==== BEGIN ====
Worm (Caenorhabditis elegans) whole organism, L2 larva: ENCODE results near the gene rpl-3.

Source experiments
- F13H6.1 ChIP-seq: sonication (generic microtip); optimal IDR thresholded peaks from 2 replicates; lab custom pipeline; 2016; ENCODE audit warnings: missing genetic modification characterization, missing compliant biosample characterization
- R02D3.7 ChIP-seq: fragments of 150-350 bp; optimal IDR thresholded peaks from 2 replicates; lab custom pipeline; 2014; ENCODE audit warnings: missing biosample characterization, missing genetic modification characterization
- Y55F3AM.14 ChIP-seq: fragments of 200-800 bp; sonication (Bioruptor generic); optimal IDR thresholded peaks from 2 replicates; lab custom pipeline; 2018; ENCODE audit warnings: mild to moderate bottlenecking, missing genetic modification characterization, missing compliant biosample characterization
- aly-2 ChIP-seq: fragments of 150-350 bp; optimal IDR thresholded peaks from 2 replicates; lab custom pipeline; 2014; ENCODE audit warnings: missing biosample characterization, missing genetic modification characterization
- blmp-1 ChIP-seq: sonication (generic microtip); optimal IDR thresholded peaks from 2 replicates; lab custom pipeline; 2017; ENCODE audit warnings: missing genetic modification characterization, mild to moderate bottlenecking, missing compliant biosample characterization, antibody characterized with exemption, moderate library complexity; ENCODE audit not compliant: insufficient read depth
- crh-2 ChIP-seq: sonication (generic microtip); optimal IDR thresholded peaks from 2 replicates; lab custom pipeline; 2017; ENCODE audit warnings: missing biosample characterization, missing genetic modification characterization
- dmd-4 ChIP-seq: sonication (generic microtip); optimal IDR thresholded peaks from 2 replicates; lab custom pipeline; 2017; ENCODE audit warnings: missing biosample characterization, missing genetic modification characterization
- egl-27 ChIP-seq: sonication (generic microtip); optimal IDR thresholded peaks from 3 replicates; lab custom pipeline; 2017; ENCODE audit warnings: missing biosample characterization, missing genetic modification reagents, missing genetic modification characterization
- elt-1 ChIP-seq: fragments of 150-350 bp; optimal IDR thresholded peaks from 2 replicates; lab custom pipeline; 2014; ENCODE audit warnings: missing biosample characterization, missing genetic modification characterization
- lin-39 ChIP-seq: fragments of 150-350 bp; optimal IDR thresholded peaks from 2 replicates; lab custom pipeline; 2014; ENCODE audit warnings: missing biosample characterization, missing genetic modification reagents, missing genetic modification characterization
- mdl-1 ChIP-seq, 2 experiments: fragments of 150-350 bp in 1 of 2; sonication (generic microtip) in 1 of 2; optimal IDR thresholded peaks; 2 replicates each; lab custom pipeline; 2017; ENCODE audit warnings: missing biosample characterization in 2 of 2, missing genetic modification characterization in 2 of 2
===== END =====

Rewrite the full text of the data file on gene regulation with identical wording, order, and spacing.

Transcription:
Worm (Caenorhabditis elegans) whole organism, L2 larva: ENCODE results near the gene rpl-3.

Source experiments
- F13H6.1 ChIP-seq: sonication (generic microtip); optimal IDR thresholded peaks from 2 replicates; lab custom pipeline; 2016; ENCODE audit warnings: missing genetic modification characterization, missing compliant biosample characterization
- R02D3.7 ChIP-seq: fragments of 150-350 bp; optimal IDR thresholded peaks from 2 replicates; lab custom pipeline; 2014; ENCODE audit warnings: missing biosample characterization, missing genetic modification characterization
- Y55F3AM.14 ChIP-seq: fragments of 200-800 bp; sonication (Bioruptor generic); optimal IDR thresholded peaks from 2 replicates; lab custom pipeline; 2018; ENCODE audit warnings: mild to moderate bottlenecking, missing genetic modification characterization, missing compliant biosample characterization
- aly-2 ChIP-seq: fragments of 150-350 bp; optimal IDR thresholded peaks from 2 replicates; lab custom pipeline; 2014; ENCODE audit warnings: missing biosample characterization, missing genetic modification characterization
- blmp-1 ChIP-seq: sonication (generic microtip); optimal IDR thresholded peaks from 2 replicates; lab custom pipeline; 2017; ENCODE audit warnings: missing genetic modification characterization, mild to moderate bottlenecking, missing compliant biosample characterization, antibody characterized with exemption, moderate library complexity; ENCODE audit not compliant: insufficient read depth
- crh-2 ChIP-seq: sonication (generic microtip); optimal IDR thresholded peaks from 2 replicates; lab custom pipeline; 2017; ENCODE audit warnings: missing biosample characterization, missing genetic modification characterization
- dmd-4 ChIP-seq: sonication (generic microtip); optimal IDR thresholded peaks from 2 replicates; lab custom pipeline; 2017; ENCODE audit warnings: missing biosample characterization, missing genetic modification characterization
- egl-27 ChIP-seq: sonication (generic microtip); optimal IDR thresholded peaks from 3 replicates; lab custom pipeline; 2017; ENCODE audit warnings: missing biosample characterization, missing genetic modification reagents, missing genetic modification characterization
- elt-1 ChIP-seq: fragments of 150-350 bp; optimal IDR thresholded peaks from 2 replicates; lab custom pipeline; 2014; ENCODE audit warnings: missing biosample characterization, missing genetic modification characterization
- lin-39 ChIP-seq: fragments of 150-350 bp; optimal IDR thresholded peaks from 2 replicates; lab custom pipeline; 2014; ENCODE audit warnings: missing biosample characterization, missing genetic modification reagents, missing genetic modification characterization
- mdl-1 ChIP-seq, 2 experiments: fragments of 150-350 bp in 1 of 2; sonication (generic microtip) in 1 of 2; optimal IDR thresholded peaks; 2 replicates each; lab custom pipeline; 2017; ENCODE audit warnings: missing biosample characterization in 2 of 2, missing genetic modification characterization in 2 of 2